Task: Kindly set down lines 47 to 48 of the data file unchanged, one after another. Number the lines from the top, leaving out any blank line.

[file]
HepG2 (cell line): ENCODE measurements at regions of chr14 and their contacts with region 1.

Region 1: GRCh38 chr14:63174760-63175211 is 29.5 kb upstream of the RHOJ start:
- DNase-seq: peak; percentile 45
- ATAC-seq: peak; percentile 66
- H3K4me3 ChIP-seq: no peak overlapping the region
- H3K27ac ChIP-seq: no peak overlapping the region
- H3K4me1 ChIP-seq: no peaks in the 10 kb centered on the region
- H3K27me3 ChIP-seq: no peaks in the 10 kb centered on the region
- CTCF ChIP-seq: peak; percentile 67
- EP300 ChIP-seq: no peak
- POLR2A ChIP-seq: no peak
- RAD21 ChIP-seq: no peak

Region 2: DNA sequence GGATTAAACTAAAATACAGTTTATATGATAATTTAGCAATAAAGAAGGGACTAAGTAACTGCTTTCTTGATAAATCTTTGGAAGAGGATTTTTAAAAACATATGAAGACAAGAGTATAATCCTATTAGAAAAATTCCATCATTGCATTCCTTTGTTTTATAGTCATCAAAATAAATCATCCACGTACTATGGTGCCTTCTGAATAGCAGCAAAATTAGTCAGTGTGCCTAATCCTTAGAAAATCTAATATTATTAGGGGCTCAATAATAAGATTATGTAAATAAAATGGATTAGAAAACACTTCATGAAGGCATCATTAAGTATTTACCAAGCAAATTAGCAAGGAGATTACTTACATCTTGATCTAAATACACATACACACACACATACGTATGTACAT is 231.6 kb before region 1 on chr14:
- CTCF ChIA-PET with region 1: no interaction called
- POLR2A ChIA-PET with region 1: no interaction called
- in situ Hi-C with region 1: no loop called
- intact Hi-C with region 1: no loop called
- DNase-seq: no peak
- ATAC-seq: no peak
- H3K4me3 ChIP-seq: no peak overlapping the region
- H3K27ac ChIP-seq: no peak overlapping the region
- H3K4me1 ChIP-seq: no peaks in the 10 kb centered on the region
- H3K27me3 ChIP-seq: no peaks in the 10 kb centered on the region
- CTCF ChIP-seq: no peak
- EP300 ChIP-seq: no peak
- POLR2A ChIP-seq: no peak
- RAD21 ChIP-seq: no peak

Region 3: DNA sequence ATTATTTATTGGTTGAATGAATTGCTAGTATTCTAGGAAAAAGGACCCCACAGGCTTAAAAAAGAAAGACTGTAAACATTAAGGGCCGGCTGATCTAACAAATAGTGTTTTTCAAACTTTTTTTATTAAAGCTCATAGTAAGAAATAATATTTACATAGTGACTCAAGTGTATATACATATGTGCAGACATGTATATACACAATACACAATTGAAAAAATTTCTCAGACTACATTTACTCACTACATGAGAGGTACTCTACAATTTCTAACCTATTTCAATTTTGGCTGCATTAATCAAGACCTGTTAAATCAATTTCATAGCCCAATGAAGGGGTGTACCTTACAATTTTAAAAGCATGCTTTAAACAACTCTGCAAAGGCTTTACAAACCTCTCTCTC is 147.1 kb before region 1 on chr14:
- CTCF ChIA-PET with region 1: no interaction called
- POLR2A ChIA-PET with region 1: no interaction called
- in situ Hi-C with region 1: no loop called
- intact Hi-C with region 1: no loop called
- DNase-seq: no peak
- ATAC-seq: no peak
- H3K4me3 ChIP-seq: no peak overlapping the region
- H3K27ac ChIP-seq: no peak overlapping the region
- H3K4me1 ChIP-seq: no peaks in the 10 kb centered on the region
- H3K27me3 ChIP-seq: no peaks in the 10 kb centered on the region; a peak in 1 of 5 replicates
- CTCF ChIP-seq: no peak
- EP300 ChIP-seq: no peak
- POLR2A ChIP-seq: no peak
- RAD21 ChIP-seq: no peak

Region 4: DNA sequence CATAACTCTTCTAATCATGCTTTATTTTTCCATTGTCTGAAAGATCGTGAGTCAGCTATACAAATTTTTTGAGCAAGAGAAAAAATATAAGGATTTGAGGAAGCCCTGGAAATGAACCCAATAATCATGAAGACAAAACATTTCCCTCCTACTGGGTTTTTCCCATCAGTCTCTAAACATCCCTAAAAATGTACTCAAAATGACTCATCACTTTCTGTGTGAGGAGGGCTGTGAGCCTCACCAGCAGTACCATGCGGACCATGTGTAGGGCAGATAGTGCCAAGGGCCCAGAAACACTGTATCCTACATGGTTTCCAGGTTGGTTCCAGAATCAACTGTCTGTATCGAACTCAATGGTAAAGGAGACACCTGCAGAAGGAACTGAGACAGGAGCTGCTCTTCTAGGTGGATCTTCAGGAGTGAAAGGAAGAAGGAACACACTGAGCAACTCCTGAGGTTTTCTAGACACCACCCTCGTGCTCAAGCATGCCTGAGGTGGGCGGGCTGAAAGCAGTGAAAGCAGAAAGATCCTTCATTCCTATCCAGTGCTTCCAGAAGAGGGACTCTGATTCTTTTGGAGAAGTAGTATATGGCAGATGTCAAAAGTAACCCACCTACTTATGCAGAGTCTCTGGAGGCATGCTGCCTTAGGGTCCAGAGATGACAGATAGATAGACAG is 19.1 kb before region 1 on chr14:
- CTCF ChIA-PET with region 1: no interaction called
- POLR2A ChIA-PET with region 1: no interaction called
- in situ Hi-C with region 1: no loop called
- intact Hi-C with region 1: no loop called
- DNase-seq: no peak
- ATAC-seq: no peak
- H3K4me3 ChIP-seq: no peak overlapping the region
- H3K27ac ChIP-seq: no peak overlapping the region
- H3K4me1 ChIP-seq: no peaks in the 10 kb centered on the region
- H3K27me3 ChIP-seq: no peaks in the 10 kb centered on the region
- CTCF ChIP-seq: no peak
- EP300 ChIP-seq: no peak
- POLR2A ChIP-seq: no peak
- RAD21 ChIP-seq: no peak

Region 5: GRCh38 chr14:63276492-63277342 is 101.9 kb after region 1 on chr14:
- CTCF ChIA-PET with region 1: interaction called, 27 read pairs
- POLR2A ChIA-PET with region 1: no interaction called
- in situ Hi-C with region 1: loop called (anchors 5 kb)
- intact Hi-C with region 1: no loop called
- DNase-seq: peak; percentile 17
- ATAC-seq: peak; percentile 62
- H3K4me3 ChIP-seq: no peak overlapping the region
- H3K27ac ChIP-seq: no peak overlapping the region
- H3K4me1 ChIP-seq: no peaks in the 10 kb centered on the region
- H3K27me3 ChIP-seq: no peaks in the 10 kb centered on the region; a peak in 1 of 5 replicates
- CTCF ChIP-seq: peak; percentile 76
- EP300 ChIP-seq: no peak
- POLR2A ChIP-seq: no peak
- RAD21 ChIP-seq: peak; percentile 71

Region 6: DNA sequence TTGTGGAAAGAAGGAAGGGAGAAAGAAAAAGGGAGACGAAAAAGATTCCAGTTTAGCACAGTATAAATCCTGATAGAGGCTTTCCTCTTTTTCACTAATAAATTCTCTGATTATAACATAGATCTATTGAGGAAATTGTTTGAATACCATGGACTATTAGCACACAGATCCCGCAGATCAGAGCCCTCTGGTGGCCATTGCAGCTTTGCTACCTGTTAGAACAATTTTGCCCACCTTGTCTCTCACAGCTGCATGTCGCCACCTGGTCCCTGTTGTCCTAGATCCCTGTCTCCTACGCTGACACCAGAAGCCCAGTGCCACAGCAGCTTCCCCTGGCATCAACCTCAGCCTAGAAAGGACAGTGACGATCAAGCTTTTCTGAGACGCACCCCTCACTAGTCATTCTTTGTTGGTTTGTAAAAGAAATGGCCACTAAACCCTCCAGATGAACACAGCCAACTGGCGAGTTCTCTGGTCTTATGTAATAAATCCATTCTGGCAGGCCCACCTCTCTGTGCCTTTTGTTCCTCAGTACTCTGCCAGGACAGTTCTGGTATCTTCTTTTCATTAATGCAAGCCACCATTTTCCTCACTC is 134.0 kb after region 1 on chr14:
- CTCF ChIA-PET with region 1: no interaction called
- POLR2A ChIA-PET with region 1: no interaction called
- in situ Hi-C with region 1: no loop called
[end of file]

- intact Hi-C with region 1: no loop called
- DNase-seq: no peak